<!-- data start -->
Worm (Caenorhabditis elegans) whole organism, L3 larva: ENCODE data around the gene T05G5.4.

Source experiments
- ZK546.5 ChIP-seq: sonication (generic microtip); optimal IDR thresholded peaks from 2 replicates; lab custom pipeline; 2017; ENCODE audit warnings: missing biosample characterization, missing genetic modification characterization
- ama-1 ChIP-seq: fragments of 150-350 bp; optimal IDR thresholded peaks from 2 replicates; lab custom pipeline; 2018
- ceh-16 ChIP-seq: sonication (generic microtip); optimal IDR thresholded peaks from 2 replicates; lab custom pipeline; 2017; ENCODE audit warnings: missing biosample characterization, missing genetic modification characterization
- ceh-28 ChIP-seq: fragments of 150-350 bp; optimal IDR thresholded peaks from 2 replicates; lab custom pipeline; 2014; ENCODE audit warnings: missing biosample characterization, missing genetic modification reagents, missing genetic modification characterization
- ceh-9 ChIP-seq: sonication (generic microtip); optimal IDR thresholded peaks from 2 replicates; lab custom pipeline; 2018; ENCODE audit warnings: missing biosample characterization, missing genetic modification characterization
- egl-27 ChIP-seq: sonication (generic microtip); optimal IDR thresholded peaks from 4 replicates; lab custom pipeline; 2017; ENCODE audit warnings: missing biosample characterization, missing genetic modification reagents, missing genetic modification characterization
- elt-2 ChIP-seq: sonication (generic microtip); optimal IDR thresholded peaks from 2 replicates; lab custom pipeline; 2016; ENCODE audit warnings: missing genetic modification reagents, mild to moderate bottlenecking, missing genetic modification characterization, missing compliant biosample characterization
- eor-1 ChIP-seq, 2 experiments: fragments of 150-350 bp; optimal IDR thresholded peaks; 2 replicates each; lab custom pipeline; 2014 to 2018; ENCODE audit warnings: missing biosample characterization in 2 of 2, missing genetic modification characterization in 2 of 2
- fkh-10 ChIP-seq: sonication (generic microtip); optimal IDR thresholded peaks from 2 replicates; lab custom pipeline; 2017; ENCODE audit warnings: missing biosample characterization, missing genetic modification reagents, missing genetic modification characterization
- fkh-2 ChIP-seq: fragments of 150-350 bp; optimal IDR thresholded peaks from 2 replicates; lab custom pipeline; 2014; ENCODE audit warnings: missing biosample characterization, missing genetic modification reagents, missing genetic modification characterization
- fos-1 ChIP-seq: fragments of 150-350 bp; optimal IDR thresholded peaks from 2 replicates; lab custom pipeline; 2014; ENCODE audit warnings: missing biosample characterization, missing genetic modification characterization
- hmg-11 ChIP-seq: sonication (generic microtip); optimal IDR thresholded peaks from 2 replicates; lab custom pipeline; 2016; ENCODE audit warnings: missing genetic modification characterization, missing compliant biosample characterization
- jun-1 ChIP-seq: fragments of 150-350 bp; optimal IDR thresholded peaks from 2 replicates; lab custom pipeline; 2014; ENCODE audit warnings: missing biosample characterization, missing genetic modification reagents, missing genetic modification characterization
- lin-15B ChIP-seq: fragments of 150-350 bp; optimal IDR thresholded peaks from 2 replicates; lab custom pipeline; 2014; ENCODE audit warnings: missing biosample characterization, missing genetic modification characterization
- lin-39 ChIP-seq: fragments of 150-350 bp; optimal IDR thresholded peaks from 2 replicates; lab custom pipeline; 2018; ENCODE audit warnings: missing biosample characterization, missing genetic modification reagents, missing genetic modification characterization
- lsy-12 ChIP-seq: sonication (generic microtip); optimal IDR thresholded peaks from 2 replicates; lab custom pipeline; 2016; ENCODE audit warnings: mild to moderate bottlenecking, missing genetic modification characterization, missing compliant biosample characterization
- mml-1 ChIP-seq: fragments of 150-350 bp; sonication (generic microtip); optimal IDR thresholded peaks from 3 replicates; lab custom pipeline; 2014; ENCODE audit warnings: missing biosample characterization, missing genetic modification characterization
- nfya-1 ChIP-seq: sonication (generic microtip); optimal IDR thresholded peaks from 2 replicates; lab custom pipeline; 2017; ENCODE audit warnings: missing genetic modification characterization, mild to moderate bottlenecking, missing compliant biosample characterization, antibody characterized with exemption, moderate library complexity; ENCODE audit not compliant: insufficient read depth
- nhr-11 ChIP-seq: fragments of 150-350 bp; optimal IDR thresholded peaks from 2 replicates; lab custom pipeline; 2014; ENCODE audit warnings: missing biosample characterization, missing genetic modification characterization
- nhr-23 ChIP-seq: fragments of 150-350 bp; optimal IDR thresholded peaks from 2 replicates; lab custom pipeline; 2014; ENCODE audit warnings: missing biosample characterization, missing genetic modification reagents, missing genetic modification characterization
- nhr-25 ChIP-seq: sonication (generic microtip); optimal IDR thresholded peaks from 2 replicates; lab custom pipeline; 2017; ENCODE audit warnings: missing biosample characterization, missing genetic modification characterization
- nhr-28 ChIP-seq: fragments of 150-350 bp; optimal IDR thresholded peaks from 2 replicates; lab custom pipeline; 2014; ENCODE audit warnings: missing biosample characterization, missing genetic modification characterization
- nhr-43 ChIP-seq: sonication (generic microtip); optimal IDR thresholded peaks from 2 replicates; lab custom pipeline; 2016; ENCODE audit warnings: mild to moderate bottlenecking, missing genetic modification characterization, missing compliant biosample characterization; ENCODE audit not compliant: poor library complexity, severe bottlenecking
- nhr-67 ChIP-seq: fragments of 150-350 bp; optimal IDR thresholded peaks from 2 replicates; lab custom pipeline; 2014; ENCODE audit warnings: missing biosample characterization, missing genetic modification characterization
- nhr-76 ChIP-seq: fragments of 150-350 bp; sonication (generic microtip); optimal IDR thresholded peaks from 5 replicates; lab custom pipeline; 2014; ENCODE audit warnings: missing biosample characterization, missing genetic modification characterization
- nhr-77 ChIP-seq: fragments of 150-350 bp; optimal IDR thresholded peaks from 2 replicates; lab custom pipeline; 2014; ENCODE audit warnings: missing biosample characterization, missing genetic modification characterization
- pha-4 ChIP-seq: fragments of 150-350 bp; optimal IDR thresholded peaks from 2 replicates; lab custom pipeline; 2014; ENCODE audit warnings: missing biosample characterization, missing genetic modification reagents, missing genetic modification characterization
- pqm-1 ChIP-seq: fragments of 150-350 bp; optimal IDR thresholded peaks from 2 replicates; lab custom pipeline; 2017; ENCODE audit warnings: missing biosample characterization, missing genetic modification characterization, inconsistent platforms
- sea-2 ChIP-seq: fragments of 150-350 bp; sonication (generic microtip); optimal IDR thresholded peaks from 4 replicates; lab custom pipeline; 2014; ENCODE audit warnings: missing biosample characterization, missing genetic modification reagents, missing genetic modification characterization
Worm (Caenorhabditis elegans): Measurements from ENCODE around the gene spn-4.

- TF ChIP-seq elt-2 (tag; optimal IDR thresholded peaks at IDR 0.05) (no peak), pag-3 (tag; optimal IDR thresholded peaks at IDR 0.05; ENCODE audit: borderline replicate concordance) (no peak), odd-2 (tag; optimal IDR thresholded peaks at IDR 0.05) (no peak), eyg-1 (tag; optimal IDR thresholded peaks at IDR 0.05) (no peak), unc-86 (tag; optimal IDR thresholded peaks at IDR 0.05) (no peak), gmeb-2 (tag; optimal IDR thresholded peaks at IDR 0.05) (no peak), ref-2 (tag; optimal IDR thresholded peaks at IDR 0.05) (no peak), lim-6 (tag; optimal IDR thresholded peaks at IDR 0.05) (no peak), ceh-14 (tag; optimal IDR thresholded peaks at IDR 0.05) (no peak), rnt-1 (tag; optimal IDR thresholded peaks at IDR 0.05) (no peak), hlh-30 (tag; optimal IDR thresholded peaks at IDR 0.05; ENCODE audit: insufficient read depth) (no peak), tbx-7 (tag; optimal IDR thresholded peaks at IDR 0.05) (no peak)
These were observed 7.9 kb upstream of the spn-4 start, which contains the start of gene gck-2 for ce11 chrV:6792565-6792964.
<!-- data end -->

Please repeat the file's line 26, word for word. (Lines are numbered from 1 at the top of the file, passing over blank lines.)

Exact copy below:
- nhr-67 ChIP-seq: fragments of 150-350 bp; optimal IDR thresholded peaks from 2 replicates; lab custom pipeline; 2014; ENCODE audit warnings: missing biosample characterization, missing genetic modification characterization